H. Branch Coslett

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A prominent account of conceptual knowledge proposes that information is distributed over visual, tactile, auditory, motor and verbal-declarative attribute domains to the degree to which these features were activated when the knowledge was acquired [D.A. Allport, Distributed memory, modular subsystems and dysphagia, In: S.K. Newman, R. Epstein (Eds.),(More)
OBJECTIVE To assess the relative frequency of occurrence of motor, perceptual, peripersonal, and personal neglect subtypes, the association of neglect and other related deficits (e.g., deficient nonlateralized attention, anosognosia), and the neuroanatomic substrates of neglect in patients with right hemisphere stroke in rehabilitation settings. METHODS(More)
The authors sought to determine whether errors of action committed by patients with closed head injury (CHI) would conform to predictions derived from frontal lobe theories. In Study 1, 30 CHI patients and 18 normal controls performed routine activities, such as wrapping a present, under conditions of graded complexity. CHI patients committed more errors(More)
To produce a word, the intended word must be selected from a competing set of other words. In other domains where competition affects the selection process, the left inferior frontal gyrus (LIFG) responds to competition among incompatible representations. The aim of this study was to test whether the LIFG is necessary for resolution of competition in word(More)
Although there has been an explosion of interest in the neural correlates of time perception during the past decade, substantial disagreement persists regarding the structures that are relevant to interval timing. We addressed this important issue by conducting a comprehensive, voxel-wise meta-analysis using the activation likelihood estimation algorithm;(More)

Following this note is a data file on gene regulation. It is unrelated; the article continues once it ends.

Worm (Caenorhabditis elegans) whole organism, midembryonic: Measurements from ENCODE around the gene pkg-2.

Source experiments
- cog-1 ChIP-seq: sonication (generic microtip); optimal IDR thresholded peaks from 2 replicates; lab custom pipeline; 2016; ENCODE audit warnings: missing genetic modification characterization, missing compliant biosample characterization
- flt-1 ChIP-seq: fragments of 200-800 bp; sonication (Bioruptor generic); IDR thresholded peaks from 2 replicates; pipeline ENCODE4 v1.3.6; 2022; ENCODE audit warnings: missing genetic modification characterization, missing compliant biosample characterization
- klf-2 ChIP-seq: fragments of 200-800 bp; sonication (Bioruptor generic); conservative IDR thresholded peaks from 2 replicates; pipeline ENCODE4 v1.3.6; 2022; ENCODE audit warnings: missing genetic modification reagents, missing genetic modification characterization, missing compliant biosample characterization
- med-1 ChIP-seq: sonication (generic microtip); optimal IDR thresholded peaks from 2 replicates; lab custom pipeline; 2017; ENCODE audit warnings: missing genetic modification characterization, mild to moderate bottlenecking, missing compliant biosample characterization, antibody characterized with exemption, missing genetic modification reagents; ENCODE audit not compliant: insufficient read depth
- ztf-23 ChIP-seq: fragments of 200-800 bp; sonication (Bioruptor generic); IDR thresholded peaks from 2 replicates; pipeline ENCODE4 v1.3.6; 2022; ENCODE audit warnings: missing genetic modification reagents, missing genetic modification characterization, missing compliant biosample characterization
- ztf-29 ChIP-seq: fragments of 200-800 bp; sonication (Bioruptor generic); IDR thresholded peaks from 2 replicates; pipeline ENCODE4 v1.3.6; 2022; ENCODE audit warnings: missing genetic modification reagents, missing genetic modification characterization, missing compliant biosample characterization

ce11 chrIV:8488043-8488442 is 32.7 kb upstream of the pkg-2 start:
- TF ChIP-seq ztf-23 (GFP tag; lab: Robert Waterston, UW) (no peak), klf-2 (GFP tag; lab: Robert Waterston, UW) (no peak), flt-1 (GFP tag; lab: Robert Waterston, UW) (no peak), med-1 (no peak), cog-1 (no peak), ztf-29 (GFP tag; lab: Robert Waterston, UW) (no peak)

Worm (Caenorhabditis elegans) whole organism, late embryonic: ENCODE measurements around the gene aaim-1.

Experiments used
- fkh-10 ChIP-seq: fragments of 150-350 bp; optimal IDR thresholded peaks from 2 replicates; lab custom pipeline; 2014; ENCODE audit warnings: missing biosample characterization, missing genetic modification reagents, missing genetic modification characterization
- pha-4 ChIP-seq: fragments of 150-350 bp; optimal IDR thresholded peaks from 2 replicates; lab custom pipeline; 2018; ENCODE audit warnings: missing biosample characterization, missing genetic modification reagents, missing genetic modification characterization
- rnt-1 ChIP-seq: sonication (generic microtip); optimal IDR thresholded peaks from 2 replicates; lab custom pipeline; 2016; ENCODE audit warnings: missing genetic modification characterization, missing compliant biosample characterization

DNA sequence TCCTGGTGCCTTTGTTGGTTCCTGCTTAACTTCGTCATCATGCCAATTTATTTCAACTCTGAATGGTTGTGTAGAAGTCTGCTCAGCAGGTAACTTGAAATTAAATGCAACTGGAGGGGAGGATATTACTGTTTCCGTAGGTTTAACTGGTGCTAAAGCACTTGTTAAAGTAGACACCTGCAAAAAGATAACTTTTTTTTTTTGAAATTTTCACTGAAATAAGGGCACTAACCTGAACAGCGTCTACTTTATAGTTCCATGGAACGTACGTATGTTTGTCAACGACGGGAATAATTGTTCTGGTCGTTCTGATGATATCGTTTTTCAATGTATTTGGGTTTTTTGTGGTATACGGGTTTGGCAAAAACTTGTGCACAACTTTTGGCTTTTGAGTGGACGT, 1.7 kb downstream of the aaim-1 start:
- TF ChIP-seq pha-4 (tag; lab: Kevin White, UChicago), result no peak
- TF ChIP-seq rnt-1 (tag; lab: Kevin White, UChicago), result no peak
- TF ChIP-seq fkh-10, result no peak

An unselected group of right hemisphere, semi-acute stroke patients (n = 30) was run on a laboratory test of naturalistic action production and was found to commit errors of action at a higher rate than what was previously reported for recovering head injury patients [Schwartz et al., Naturalistic action impairment in closed head injury. Neuropsychology,(More)
A number of conflicting claims have been advanced regarding the role of the left inferior frontal gyrus, inferior parietal lobe and posterior middle temporal gyrus in action recognition, driven in part by an ongoing debate about the capacities of putative mirror systems that match observed and planned actions. We report data from 43 left hemisphere stroke(More)
It is thought that semantic memory represents taxonomic information differently from thematic information. This study investigated the neural basis for the taxonomic-thematic distinction in a unique way. We gathered picture-naming errors from 86 individuals with poststroke language impairment (aphasia). Error rates were determined separately for taxonomic(More)
Analysis of error types provides useful information about the stages and processes involved in normal and aphasic word production. In picture naming, semantic errors (horse for goat) generally result from something having gone awry in lexical access such that the right concept was mapped to the wrong word. This study used the new lesion analysis technique(More)
Previous data from single-case and small group studies have suggested distinctions among structural, conceptual, and online sensorimotor representations of the human body. We developed a battery of tasks to further examine the prevalence and anatomic substrates of these body representations. The battery was administered to 70 stroke patients. Fifty-one(More)